[Inclosure No. 1.]
COMMITTEE OF SAFETY,
Mobile, March 25, 1863.
His Excellency JOHN GILL SHORTER:
SIR: The committee have instructed me to call your attention to the fact that no less than six of our river of bay steamer-boars are at this moment fitting out to run the blockade and carry cotton to Cuba.
The committee are deeply impressed with the conviction that it would be unwise and dangerous to permit these vessels to go out. They form an important part of the tonnage of this port and of these rivers; if lost, of they do not return out. Several of them have been lost or greatly injured this winter. We cannot build new engines and boilers, if we could hulls, which last may possibly be done. These boats would furnish relief in case of accident or seizure of the line of railroad to Montgomery. They may be needed for the transportation of troops or provisions up and down the river. Their machinery may be needed for gun-boats or other vessels of defense.
They may be needed to tow floating batteries into position and for many other such purposes. Again, being of light draft and built for these waters, if captured they would form no small beginning of a feet of transports, such as would greatly aid the enemy in transporting troops and munitions of war along the coast and in the bays and bayous about the entrance of this bay. Again, the committee are decidedly of the opinion that it is bad policy to permit the exportation of cotton in this way and at this time. If foreign vessels can be tempted into the trade it may answer some good purposes, but we do not approve of it in this form. A good deal can be said pro and con in relation to the export of cotton at all. We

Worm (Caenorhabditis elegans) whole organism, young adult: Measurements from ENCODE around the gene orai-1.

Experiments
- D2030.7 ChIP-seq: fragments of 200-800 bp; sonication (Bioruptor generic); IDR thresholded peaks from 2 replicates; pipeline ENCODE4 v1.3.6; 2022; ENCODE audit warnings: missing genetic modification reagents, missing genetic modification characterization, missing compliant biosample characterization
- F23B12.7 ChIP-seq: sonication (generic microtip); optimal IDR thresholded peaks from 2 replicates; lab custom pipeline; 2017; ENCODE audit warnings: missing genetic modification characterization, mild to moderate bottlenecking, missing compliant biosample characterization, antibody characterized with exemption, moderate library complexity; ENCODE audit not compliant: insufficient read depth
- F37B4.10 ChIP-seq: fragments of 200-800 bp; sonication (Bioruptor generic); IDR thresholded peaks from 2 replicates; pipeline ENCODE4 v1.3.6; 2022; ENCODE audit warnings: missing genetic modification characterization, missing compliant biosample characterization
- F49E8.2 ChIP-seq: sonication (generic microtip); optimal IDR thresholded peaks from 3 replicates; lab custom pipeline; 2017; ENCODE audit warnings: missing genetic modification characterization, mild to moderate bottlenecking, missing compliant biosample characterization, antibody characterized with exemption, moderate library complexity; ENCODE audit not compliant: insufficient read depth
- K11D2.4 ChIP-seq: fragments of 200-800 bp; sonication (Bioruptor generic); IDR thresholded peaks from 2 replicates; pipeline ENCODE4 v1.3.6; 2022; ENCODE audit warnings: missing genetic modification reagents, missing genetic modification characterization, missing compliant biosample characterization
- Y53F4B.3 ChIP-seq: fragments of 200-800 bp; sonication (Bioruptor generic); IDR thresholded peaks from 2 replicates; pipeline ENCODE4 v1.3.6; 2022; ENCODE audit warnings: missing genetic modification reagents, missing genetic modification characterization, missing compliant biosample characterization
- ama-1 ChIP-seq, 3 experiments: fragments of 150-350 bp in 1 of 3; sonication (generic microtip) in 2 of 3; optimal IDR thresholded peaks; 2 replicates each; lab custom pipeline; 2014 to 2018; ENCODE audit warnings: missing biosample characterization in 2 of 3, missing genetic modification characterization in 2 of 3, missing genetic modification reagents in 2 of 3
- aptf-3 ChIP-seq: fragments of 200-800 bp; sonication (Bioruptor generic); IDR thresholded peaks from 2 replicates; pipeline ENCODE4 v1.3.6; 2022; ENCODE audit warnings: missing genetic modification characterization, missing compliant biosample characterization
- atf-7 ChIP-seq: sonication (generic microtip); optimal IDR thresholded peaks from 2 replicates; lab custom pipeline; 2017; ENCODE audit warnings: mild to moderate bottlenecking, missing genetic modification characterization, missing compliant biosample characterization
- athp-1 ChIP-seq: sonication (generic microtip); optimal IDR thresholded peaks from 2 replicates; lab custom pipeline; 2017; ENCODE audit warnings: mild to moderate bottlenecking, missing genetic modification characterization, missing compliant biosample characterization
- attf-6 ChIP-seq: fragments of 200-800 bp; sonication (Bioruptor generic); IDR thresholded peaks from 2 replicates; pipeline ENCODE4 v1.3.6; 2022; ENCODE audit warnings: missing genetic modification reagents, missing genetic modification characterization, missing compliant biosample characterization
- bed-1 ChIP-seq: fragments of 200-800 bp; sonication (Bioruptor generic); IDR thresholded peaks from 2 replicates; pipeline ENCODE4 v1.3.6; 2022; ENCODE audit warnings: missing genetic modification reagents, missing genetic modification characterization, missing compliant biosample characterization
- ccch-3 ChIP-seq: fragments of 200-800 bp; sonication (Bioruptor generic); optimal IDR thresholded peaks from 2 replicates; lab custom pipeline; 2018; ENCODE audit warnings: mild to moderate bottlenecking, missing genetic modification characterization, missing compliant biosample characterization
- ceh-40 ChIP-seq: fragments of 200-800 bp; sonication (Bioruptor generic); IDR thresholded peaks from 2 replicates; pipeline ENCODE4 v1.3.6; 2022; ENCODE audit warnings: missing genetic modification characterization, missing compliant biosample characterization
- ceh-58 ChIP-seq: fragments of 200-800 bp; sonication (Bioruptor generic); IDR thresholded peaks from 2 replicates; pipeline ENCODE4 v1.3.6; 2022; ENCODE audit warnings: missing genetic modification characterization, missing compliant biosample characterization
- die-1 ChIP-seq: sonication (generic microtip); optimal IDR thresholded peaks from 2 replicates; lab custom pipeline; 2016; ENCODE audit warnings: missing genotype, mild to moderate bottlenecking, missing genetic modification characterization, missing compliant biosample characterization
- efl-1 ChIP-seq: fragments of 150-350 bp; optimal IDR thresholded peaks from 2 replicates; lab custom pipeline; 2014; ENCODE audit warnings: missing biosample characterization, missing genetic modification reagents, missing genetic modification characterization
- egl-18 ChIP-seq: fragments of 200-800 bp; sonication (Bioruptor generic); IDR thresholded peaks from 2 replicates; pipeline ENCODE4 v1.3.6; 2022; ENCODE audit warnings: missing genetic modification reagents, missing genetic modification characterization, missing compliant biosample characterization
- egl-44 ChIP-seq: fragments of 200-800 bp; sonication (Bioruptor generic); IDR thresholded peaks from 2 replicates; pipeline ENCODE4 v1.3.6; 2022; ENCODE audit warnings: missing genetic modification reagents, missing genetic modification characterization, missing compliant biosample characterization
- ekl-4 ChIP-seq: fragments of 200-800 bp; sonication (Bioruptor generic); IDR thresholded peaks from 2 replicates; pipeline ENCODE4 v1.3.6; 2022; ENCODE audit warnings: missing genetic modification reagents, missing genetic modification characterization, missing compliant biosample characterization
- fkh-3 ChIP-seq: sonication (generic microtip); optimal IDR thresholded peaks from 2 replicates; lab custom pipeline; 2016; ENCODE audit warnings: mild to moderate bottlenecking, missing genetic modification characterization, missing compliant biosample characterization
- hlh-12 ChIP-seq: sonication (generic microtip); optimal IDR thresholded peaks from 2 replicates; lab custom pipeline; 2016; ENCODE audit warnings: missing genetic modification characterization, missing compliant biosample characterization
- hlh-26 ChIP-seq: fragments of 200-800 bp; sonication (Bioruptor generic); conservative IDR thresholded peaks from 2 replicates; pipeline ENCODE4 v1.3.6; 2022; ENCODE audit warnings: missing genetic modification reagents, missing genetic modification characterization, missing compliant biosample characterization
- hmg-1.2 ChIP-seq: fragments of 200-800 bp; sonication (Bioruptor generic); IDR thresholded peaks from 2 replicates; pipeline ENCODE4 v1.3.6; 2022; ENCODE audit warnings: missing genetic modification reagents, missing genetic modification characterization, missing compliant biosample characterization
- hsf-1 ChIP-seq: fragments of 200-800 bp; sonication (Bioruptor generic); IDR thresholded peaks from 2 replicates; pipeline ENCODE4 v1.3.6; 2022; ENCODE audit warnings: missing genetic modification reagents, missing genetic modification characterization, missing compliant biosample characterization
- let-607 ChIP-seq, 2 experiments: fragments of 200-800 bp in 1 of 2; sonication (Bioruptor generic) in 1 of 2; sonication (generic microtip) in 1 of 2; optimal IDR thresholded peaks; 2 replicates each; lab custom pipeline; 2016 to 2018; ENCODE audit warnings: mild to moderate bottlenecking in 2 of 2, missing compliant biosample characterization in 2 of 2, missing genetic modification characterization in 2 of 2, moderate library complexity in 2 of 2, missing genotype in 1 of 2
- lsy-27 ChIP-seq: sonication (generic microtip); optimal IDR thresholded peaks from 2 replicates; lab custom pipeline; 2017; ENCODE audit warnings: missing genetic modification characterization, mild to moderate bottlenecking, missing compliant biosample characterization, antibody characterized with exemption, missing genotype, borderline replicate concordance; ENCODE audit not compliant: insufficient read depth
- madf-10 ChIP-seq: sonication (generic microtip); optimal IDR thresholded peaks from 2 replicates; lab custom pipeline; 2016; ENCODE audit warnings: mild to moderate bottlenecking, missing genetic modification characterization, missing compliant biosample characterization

respectfully call your attention to this subject and trust you will lend your aid to put a stop to these enterprises. We have not stopped to consider whether you have power forcibly to interfere, but we know that your remonstrances with General Buckner and at Richmond will have their influence. We can but think that this matter will strike you in the same light it does us, and we venture to suggest that you will at once let your sentiments be known to those having authority in the premises. We to-day present our remonstrances to General Buckner on this subject and hope influence will soon follow to sustain us.
Chairman Executive Committee.
[Inclosure No. 2.]
Montgomery, Ala., March 28, 1863.
Major Gen. S. B. BUCKNER,
SIR: I am in receipt of a letter from P. Hamilton, esq., chairman of the executive committee of the Committee of Safety for Mobile, in which he says that "No less than six of our river of bay steam-boats are at this moment fitting out to run the blockade and carry cotton to Cuba," and he officially advises me that it would be unwise and dangerous to permit these vessels to go out. " The Committee of Safety are of opinion that we have no greater number of steam-boats in our waters